Snoring is extremely common and, in many cases, relatively harmless. Nearly everyone snores at one time or another. Occasional light snoring, at worst, is a minor annoyance. Loud and habitual snoring can disrupt your sleep and may be a sign of a much more serious sleep disorder - obstructive sleep apnea.
Snoring is a sound that occurs in the upper airway as you breathe in air. The unmistakable sound is a sign that your airway is partially blocked, usually by soft tissue in your throat. The flow of air causes the soft tissue to vibrate, generating the noise, which comes out of your nose, mouth or both.
The volume of snoring depends on the person. You may snore so loudly you wake yourself up. Snoring may also cause you to have a dry mouth or to wake up with a dry mouth and a sore throat.
Obstructive sleep apnea
- Snoring can affect almost anyone.
- Habitual snoring has been found in an estimated 24 percent of adult women and 40 percent of adult men.
- Both men and women are more likely to snore as they age. Men become less likely to snore after the age of 70.
- Alcohol, drugs, muscle relaxers and tobacco products contribute to snoring for both men and women.
- Obese or overweight people tend to snore because there is more fat tissue in the back of their throats.
- Pregnancy can increase a woman's change of snoring.
- An estimated 10 to 12 percent of children snore.
- Snoring appears to run in families
frequently goes undiagnosed because people often mistaken the serious sleep disorder for snoring. About half of loud snorers have some form of sleep apnea.
Snoring and obstructive sleep apnea have similar causes. Sleep apnea happens when the tissue in the upper-airway blocks the entire airway, causing a pause in your breathing. The blockage keeps oxygen from reaching your organs including your heart and brain. When the blood-oxygen level drops low enough, the body momentarily wakes up. It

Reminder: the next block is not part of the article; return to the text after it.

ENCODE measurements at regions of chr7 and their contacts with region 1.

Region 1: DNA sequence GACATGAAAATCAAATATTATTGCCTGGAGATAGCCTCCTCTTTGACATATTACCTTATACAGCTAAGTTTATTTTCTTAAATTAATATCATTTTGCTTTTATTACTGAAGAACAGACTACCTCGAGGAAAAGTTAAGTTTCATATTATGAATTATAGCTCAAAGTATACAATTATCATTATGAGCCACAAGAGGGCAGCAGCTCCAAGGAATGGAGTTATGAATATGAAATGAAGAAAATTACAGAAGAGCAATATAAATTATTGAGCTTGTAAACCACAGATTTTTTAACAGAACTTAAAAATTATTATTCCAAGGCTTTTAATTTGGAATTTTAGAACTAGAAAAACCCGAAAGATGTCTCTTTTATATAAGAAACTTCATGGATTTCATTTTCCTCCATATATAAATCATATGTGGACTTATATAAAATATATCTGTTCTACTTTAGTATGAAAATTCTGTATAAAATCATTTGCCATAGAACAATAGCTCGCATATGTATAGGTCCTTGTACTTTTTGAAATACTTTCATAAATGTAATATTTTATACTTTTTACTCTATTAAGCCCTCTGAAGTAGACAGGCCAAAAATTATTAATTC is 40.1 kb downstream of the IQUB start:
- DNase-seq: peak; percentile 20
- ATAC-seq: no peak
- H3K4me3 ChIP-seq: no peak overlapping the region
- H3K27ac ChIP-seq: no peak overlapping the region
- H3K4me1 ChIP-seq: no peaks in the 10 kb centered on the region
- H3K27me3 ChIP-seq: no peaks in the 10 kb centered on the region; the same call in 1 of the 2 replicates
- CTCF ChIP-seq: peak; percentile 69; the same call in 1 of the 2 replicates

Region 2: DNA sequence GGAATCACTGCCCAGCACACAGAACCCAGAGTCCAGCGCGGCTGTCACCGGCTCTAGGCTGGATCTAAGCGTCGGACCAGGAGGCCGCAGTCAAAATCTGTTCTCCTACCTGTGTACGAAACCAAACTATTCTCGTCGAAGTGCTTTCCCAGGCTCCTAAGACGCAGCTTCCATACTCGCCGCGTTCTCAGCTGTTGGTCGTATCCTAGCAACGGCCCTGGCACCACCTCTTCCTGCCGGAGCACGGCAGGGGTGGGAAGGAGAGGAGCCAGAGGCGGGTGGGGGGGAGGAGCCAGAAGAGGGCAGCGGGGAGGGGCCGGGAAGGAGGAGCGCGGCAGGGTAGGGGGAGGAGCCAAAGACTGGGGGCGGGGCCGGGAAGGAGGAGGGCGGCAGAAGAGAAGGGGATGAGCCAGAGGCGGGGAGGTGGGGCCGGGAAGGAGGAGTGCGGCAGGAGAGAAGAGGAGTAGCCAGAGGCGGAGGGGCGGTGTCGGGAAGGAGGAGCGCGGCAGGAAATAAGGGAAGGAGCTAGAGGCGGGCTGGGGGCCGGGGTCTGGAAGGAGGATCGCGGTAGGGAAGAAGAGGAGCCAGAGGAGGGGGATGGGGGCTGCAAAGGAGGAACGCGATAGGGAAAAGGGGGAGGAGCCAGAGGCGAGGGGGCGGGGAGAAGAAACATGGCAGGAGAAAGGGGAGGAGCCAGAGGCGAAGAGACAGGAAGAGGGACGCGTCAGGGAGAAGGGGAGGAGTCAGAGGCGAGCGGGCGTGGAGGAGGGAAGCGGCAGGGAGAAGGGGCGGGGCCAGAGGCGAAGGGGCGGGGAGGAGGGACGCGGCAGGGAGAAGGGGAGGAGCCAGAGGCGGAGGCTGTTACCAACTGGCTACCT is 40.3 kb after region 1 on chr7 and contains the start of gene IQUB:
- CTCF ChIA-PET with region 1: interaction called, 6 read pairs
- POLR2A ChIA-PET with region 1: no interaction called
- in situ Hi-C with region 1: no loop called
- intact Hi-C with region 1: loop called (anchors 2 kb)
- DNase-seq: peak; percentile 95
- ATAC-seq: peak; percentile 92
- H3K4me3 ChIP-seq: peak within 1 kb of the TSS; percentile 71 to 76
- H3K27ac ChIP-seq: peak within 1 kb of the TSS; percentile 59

can happen so fast that you may not be aware you woke up.
Snorers who suffer from sleep may make gasping, choking or snorting sounds as they try to breathe and feel drained of energy during the day.
If you think you may have obstructive sleep apnea, get diagnosed by a board certified sleep physician at an AASM accredited sleep center.
There are several behavioral and medical treatments for snoring. Medical factors may affect treatment, so it is important to speak with a physician.
Dental Treatment Options
Oral Appliance Therapy
Upper Airway Surgery
Losing weight can decrease the severity of snoring, because excess fat tissue in the back of the neck worsens snoring. Weight loss alone may not help stop snoring for everyone.
Avoiding alcohol, drugs, muscle relaxers and tobacco products can also help reduce or eliminate the presence of snoring.
You may be able to reduce snoring by sleeping on your side instead of your back. Shifting your sleeping position keeps the weight of your neck from collapsing on your airway. This approach may not help everyone.